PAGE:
Umar Farouk Abdulmatullab—the young Nigerian who got on an airliner in Amsterdam with explosive material strapped to his crotch, intending to blow up the plane over Detroit. (Detroit! As if Detroit didn’t have enough trouble.)
And you thought Star Wars was just science fiction, right? Ha! Remember how the heroic insurgents were first ferreted out by a drone? Remember how the rulers of the universe were called “The Empire?” Remember their vast force of identical armor-clad soldiers? Remember Darth Vader, the Empire’s evil genius, sounding for all the world like Dick Cheney? But perhaps most of all, remember how the whole Battle Star community, pro-war and pro-peace alike, went up in flames?
Nationally, typical low-income neighborhoods have 30 percent fewer supermarkets than higher-income neighborhoods. The problem isn’t only in urban areas; food deserts are also common in many rural communities. Across the country, too many families are forced to do their food shopping in convenience stores stocked with overpriced, highly processed, fatty food with low nutritional value, often past its expiration date. In stores like these, staples such as milk can cost more than at supermarkets.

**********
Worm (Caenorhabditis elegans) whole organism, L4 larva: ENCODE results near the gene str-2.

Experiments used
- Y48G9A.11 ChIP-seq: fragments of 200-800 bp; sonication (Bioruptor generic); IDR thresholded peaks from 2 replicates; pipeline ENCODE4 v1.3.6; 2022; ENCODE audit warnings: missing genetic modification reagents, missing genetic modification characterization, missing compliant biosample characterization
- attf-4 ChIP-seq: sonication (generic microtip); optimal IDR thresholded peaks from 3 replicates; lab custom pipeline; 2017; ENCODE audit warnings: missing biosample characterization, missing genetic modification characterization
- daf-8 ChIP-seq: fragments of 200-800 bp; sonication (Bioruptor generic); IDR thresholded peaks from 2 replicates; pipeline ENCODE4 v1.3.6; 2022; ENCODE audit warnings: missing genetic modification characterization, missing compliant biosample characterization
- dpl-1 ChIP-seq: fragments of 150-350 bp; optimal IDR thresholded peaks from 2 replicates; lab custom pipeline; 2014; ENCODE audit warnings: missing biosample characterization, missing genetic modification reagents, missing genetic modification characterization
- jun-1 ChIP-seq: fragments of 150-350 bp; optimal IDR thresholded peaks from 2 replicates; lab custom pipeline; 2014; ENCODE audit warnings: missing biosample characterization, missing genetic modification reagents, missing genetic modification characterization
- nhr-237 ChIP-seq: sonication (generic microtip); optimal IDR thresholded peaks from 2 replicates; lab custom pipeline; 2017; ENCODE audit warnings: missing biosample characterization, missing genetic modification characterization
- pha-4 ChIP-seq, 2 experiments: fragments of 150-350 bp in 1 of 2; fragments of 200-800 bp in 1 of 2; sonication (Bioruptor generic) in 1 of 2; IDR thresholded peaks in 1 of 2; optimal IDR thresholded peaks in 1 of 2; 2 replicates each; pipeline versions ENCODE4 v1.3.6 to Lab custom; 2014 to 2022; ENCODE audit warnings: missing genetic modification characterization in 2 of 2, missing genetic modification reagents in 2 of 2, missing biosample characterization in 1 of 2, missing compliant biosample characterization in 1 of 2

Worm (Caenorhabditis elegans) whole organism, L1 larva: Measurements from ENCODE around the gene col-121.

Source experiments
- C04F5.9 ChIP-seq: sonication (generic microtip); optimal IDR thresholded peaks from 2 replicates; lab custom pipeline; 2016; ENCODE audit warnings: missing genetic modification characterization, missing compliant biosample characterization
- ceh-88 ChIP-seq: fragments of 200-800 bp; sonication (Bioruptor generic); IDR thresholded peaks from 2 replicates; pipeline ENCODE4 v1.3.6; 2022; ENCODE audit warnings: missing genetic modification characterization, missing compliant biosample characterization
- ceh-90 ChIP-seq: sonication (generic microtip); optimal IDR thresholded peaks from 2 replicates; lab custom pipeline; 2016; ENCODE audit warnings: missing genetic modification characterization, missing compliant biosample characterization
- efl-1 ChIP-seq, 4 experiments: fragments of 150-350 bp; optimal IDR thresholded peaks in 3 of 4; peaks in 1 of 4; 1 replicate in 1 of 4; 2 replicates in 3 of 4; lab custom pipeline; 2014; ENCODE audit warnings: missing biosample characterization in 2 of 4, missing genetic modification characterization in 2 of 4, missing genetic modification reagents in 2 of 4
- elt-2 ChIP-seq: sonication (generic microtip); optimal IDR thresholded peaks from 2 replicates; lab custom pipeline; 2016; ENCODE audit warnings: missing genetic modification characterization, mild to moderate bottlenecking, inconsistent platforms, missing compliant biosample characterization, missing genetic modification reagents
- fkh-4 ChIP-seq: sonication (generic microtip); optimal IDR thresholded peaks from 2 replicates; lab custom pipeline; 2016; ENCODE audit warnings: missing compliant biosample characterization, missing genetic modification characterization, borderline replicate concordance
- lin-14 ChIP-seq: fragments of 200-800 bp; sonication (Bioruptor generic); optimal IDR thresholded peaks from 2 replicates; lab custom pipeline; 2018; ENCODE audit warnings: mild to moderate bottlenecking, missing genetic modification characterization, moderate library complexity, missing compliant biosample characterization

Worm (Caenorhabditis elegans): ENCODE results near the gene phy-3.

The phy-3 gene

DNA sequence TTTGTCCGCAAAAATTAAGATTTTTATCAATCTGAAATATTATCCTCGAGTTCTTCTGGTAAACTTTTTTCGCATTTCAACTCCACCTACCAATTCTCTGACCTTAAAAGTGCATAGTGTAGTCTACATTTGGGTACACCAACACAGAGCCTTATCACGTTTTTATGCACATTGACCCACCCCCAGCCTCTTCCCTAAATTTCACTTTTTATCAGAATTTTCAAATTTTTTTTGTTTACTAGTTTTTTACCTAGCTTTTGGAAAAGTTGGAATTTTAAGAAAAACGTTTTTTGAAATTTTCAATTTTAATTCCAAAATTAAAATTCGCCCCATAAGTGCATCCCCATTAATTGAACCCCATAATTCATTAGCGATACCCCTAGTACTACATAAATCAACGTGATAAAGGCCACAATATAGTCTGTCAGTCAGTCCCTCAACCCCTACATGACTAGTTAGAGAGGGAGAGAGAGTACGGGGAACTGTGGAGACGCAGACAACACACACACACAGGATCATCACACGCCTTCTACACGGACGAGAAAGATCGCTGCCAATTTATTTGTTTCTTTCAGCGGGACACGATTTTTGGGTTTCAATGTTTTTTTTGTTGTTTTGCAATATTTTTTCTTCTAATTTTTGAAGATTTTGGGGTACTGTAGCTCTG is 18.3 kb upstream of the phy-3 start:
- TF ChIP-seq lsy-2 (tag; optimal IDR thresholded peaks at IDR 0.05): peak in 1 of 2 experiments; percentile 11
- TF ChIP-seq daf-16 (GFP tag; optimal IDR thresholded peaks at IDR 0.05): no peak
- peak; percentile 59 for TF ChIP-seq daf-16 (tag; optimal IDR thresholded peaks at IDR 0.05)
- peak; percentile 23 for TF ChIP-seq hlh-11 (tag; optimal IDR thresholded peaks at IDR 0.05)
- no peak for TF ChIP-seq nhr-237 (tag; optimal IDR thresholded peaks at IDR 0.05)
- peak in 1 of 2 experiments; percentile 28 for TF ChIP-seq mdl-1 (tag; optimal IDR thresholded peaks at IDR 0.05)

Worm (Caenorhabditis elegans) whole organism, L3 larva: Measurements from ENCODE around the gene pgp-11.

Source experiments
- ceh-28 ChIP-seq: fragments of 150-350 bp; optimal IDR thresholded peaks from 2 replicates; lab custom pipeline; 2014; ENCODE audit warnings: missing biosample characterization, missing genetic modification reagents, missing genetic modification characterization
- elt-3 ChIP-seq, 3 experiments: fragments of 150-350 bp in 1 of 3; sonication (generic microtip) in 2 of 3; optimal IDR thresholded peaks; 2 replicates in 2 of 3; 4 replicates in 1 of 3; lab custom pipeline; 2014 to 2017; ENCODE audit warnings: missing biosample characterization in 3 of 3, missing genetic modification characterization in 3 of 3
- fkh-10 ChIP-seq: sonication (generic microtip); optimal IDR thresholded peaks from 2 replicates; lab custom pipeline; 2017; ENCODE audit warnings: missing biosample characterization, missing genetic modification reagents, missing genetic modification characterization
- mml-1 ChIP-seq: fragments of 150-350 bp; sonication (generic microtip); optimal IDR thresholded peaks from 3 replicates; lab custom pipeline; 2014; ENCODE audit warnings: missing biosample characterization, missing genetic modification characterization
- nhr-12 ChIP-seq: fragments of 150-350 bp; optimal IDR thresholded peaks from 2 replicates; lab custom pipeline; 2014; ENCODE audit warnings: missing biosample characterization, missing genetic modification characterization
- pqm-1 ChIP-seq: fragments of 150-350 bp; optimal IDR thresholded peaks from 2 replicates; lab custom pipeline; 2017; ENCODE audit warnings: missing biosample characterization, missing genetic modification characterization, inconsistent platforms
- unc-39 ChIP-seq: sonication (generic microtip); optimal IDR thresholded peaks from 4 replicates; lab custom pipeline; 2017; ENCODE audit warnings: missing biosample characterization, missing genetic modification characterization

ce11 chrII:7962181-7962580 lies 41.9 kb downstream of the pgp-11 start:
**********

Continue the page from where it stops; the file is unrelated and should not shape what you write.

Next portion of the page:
U.S. citizens have a choice: Accept an economic future dictated by the selfish interests of corporate managers and stockholders, encouraging extreme disparities of wealth and power with our environment destroyed around the world, or demand a strong democratic government dedicated more to the common good.
The Obama administration has failed to close the facility, where—by many accounts—inmates were harshly interrogated and even tortured, by its own deadline. Now there’s talk that the prison will remain open at least through 2010. And the proposal to move detainees to a maximum security prison in Illinois superficially retires Guantánamo as a symbol, while retaining the legal problems it embodies. Equally troubling is the administration’s expansion of detention facilities in Afghanistan that are almost impenetrable for lawyers and humanitarian groups.
It’s worth $11 billion-worth a year–our bottled-water industry, dominated by such giants as Nestlé and Coca-Cola. But wait, shriek industry PR flacks, our product is pure goodness, not pollution. What are you talking about?!
Exposing the human brain to these new devices creates both physical risks and political ones. Mind-reading by authorities or the private sector could easily mean a potential loss of freedom. There are then many questions to be resolved before the government or the marketplace adopts this technology. What kind of an informed consent should be granted? What kind of information would be divulged?
It’s a good thing my long-haired calico Hyacinth can’t read the newspaper. Otherwise I’m sure she’d be deeply offended by all the recent headlines about “fat cats.”